SOUTH BRUNSWICK, N.J. — June of each year is designated as “Native Plant Appreciation Month” in order to celebrate the diversity and value of New Jersey’s native plants, recognize the critical role they play in the ecosystem and encourage citizens to learn more about these plants and how to protect them.
In observance of this event, Rutgers Cooperative Extension of Middlesex County is offering two free seminars that will help residents care for their plants and identify and eliminate the invasive species that can threaten them.
The first seminar, “Invasive Species in Central Jersey,” is scheduled to be held 10 a.m. to noon on June 10 at the EARTH Center located in Davidson’s Mill Pond Park, located at 42 Riva Ave., South Brunswick.
This seminar will discuss how invasive plants, insects and animals, not native to a given area, can cause harm to local ecosystems, human health and the economy. Learn how to identify these plants and how removing, or choosing not to plant them in the first place, will help make way for valuable, native flora and fauna.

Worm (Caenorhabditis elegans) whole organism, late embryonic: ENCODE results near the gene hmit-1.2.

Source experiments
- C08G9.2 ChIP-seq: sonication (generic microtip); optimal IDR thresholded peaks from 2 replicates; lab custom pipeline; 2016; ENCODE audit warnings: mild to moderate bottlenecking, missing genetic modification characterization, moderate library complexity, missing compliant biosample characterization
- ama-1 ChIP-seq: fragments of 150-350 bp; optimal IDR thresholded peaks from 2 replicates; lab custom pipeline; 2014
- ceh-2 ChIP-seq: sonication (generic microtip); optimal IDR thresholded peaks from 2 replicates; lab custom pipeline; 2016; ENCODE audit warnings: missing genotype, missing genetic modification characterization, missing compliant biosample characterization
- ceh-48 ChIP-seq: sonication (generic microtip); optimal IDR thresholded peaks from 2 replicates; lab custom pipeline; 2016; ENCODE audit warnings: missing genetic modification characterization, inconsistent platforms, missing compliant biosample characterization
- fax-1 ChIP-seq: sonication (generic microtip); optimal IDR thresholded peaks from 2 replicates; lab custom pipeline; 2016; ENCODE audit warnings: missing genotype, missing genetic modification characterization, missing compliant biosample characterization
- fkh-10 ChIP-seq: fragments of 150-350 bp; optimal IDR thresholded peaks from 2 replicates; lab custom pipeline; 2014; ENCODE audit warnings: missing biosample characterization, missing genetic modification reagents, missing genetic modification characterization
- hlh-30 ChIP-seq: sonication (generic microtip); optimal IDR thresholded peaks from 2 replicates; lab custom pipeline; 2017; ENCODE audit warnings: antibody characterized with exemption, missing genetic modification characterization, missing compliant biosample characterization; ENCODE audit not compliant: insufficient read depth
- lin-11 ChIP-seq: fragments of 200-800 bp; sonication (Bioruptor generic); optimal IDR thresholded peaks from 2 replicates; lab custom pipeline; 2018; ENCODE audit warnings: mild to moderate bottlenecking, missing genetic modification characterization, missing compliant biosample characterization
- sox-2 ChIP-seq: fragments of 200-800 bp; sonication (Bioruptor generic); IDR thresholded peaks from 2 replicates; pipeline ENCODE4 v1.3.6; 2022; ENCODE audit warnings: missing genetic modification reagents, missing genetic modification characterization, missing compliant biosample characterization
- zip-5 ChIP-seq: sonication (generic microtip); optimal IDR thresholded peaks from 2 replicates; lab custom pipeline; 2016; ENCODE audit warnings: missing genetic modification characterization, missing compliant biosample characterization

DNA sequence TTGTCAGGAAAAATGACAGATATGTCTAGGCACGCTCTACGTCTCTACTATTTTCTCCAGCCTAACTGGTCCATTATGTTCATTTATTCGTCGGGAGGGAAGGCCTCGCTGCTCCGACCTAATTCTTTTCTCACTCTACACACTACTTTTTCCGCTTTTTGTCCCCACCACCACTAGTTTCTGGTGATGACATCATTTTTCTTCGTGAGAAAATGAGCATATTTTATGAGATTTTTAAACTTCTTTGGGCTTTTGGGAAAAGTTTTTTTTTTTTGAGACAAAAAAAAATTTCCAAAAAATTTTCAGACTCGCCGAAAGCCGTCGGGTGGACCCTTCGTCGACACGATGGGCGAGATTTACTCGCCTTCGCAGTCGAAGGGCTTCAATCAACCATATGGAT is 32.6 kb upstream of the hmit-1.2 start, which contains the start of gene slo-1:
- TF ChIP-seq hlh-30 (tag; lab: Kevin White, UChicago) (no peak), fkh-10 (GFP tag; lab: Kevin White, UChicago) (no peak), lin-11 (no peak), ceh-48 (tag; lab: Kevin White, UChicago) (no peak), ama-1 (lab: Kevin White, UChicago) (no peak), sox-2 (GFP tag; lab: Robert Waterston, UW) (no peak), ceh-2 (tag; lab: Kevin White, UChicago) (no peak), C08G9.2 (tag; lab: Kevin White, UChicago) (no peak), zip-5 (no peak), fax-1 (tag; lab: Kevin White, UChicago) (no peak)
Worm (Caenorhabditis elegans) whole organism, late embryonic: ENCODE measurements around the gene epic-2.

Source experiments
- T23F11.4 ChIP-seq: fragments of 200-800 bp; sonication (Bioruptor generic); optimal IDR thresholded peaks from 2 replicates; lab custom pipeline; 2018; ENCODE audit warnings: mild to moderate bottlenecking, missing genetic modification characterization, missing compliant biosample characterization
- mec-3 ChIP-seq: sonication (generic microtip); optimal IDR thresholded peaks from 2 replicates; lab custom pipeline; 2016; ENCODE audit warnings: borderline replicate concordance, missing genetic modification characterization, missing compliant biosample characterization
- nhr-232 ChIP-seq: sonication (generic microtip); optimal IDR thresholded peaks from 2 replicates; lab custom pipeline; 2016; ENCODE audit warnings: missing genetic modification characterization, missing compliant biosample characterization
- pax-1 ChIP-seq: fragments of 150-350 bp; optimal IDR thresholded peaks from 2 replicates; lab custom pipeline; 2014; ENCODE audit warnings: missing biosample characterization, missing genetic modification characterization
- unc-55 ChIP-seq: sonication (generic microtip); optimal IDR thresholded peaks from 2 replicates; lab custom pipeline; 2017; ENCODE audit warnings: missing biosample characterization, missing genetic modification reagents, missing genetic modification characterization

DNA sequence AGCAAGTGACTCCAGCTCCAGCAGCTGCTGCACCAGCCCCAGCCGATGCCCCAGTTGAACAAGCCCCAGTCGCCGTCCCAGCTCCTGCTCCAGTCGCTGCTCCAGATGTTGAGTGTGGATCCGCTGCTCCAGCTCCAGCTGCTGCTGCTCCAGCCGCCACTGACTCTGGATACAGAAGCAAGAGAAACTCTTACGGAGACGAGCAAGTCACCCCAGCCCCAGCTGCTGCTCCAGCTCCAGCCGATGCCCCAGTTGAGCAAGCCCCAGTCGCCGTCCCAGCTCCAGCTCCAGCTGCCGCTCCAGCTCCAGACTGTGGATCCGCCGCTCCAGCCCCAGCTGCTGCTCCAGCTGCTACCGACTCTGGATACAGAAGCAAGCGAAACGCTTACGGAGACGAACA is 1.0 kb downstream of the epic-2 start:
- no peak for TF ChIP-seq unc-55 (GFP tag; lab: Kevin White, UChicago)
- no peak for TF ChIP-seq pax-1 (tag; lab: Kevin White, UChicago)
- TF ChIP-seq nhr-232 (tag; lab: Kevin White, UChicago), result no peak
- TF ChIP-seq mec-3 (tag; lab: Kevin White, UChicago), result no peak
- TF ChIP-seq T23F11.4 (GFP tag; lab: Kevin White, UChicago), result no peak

The second seminar, “Plant This, Not That!” is scheduled to be held 6 to 8 a.m. June 14, also at the EARTH Center. Learn what native plant species can be added to a home landscape, in lieu of more common plants that home owners may not know are invasive.
“Invasive species threaten biodiversity and cause billions of dollars of economic loss and damage,” said Middlesex County Freeholder Director Ronald G. Rios. “Here in Middlesex County, we are always looking to maintain a balanced and healthy environment and ask residents to do the same in their own homes. Workshops like these are a great way to start.”
“I know all our residents appreciate the natural beauty and biodiversity of Middlesex County,” said Freeholder Kenneth Armwood, chair of the County’s Business Development and Education Committee. “That is why it is so important to be aware of factors that can threaten what we love most about our home, and to put a stop to dangers like invasive species before they cause serious damage.”
— Rutgers Cooperative Extension of Middlesex County